Why, you might ask, would anyone buy them? Because in theory they're considered a safe, short-term investment, since the companies on the hook to cough up the money are generally big, creditworthy players.
WHAT WENT WRONG?
Things came unstuck this week when Credit Suisse, which had been hoovering up Greensill's debt packages to the tune of $US10 billion and selling them to pensions, rich clients and others, froze its supply chain finance funds citing "considerable uncertainties with respect to their accurate valuation".
Swiss asset manager GAM Holding, Greensill's other major source of funding, also pulled the plug this week.
Greensill had obtained credit insurance to ensure investors holding its debt packages would be paid out in the event one of the underlying customers defaulted on a payment.
But as early as July last year, Greensill's insurers had informed the company they had no intention of extending the coverage past March 1 this year.
Incredibly, the company only sought legal advice about its position last week.
Greensill went to the NSW Supreme Court asking for an emergency injunction that would have extended its insurance coverage.
Barrister Ruth Higgins SC told the court Greensill faced "catastrophic" consequences if the policies were not renewed. "Greensill Bank will be unable to provide further funding for working capital of Greensill's clients," she said in an affidavit.
"In the absence of that funding, some of Greensill's clients are likely to become insolvent, defaulting on their existing facilities. That, in turn, may trigger further adverse consequences on third parties, including the employees of Greensill's clients. Greensill estimates that over 50,000 jobs including over 7000 in Australia may be at risk."
It was not immediately clear which Australian companies are at risk of insolvency.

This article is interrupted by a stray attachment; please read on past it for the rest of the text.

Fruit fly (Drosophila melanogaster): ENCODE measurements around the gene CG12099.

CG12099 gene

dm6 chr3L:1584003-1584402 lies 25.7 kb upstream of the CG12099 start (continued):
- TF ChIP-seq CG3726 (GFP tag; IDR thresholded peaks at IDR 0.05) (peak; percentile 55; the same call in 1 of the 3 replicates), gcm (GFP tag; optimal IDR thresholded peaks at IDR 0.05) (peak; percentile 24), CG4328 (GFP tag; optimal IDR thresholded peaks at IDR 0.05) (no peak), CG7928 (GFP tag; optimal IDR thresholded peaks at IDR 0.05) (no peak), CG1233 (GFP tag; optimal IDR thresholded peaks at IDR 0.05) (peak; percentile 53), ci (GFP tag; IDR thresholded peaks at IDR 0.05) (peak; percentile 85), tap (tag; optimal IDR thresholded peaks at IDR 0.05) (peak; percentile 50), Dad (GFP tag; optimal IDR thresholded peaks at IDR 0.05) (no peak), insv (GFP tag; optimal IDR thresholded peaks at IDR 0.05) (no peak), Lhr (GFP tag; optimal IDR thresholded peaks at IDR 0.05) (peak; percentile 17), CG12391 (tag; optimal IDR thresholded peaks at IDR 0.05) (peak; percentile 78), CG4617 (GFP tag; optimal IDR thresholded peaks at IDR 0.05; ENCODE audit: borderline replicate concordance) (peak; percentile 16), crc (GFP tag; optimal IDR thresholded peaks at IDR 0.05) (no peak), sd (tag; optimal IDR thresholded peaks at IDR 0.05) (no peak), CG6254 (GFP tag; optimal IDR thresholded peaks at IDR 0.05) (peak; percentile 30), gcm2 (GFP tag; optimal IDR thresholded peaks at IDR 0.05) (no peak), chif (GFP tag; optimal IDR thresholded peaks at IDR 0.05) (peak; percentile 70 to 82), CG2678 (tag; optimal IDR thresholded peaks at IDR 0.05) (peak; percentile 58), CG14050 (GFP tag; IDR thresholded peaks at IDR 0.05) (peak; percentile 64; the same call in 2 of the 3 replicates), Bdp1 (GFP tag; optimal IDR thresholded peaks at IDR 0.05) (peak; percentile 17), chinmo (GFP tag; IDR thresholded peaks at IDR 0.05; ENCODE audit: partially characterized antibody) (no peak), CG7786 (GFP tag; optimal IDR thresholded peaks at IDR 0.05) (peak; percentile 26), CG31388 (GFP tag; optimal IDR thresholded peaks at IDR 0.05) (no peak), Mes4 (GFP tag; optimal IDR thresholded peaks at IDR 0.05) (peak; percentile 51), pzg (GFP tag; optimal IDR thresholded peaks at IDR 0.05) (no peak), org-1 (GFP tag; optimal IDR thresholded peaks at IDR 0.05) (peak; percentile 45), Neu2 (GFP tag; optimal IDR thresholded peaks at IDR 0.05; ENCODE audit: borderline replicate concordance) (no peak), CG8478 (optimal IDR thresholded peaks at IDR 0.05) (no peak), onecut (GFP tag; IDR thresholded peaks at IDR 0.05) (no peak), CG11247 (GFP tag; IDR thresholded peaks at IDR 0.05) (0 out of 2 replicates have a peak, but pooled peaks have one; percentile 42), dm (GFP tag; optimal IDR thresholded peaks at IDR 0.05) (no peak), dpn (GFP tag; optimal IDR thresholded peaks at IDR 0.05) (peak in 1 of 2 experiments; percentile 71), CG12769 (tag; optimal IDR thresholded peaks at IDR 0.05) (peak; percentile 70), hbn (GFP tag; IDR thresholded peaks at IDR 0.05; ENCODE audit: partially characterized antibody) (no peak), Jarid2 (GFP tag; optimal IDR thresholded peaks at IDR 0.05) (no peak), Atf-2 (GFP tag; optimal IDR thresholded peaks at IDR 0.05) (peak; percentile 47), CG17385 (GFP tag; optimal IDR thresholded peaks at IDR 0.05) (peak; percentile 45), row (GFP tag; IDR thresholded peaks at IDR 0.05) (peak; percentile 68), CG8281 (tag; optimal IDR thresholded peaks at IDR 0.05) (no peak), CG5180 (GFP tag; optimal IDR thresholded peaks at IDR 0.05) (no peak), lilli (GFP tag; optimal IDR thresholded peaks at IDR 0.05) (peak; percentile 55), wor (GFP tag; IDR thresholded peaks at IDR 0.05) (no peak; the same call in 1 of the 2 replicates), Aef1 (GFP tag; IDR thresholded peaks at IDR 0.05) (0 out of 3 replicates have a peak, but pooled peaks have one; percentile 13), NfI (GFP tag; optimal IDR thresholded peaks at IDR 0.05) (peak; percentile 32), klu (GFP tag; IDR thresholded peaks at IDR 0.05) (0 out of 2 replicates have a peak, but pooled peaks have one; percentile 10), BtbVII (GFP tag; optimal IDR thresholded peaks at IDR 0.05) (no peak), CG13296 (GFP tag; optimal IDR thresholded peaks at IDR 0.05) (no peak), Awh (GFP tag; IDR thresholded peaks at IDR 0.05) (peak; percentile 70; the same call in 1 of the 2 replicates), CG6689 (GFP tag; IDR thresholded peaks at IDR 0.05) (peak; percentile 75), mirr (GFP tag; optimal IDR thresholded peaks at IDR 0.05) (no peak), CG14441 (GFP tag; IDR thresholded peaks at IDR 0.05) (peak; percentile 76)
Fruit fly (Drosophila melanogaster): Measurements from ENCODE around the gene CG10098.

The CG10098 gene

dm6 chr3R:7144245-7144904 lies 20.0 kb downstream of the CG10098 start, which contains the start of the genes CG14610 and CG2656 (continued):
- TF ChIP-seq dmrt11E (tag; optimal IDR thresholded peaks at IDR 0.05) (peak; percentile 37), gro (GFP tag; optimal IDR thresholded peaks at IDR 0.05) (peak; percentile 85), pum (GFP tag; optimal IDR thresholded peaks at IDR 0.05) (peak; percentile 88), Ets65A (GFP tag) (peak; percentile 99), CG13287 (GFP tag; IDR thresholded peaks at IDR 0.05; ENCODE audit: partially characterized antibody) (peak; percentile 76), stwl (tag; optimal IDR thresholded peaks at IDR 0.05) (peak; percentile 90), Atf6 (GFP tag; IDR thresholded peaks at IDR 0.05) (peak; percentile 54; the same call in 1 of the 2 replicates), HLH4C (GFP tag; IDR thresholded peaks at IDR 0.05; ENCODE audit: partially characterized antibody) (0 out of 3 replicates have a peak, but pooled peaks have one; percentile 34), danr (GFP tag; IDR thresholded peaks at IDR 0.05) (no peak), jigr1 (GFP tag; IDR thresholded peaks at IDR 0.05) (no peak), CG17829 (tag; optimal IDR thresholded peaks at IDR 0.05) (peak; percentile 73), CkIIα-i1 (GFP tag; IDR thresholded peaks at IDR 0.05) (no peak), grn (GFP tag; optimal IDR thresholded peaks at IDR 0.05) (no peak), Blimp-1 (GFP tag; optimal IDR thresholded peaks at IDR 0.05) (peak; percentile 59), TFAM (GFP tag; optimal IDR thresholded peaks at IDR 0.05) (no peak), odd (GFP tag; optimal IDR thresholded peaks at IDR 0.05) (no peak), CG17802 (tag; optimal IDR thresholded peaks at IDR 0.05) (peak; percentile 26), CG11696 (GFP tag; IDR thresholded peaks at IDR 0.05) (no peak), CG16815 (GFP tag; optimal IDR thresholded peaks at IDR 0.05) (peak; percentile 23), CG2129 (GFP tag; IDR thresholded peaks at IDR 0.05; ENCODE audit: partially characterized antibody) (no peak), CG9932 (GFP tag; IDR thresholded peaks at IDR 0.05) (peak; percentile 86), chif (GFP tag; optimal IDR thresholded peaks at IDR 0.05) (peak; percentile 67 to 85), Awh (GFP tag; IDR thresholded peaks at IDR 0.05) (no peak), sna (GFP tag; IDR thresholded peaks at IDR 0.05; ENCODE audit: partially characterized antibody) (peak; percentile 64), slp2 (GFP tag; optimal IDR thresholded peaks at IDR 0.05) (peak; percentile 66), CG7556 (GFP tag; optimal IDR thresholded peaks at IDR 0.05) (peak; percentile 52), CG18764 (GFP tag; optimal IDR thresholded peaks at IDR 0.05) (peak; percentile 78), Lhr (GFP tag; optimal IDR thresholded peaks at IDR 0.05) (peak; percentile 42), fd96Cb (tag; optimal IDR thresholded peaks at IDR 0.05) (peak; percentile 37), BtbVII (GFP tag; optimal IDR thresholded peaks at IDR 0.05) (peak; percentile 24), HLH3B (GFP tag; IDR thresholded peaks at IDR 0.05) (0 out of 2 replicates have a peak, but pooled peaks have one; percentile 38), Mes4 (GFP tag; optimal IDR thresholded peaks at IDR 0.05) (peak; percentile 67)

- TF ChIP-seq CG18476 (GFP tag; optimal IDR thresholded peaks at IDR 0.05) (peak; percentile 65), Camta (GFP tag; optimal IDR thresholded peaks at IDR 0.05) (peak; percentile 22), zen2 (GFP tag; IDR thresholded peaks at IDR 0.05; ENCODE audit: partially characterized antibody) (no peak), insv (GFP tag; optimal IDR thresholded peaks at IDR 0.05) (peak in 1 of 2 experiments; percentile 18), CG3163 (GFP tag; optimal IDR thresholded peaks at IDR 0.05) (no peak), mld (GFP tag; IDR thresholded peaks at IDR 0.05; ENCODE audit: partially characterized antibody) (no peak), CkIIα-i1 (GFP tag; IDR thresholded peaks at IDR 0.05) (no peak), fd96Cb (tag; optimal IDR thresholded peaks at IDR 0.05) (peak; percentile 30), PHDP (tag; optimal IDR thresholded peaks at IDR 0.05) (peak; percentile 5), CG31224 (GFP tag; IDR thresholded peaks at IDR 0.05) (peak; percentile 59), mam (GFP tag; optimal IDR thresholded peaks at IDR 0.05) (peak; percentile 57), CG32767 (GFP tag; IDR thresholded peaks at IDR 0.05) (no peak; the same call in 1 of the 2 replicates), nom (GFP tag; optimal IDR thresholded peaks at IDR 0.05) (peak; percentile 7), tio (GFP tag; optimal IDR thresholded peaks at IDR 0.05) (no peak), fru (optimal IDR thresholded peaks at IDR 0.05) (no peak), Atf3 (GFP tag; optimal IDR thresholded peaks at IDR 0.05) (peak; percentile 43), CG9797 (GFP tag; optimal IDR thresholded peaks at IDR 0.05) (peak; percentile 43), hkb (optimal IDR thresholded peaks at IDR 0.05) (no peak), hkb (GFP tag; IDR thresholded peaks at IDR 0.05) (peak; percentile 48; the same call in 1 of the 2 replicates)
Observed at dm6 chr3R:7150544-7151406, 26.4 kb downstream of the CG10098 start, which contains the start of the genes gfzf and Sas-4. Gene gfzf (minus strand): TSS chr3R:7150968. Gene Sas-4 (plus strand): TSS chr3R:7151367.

The court rejected the application, chiding Greensill for waiting to seek relief "within hours of cover expiring", "despite the fact that the underwriters' position was made clear eight months ago".
While the request for an emergency injunction was denied, Greensill will return to court to argue the matter on Friday.
In a statement regarding allegations of criminality at Greensill Bank, a spokesman said "as a matter of practice, Greensill Bank seeks external legal and audit advice before booking any new asset".
"Greensill Bank began booking future receivables assets in June 2019," he said.
"The Bank's management and risk committee received extensive advice from leading German and UK law firms which informed the way in which the assets were classified. Our auditors reviewed and approved that classification at that time and in their subsequent audits.
"In late 2019 and early 2020 the German deposit protection scheme (Prüfungsverband deutscher Banken) further reviewed all the banks' assets and raised no objections.
"In late 2020 and early 2021 the BaFin advised that they did not agree with the way the assets were classified by Greensill Bank and directed that they be changed.
"In accordance with Bafin's request, Greensill Bank immediately complied and changed the way the assets are classified.
"For the avoidance of doubt, Greensill Bank has at all times been transparent with its regulators and auditors about its approach to classifying assets and the methodologies for determining such classifications.
"This afternoon BaFin issued a six-week moratorium on Greensill Bank."
On the reported sale to Apollo Global Management, the spokesman confirmed a deal was in the works but did not name the company.
"Greensill confirms that it has entered a period of exclusivity with a leading global financial institution with a view to concluding a transaction with them this week," he said.
"This transaction is expected to include large parts of Greensill's business and its assets under management. The structure of the new business is still being determined and as soon as we have clarity on this, we will be able to communicate the impact of these changes on roles.
"We expect the transaction to ensure the majority of our clients will continue to be funded in the same way as they currently are."
Originally published as Aussie billionaire's empire facing collapse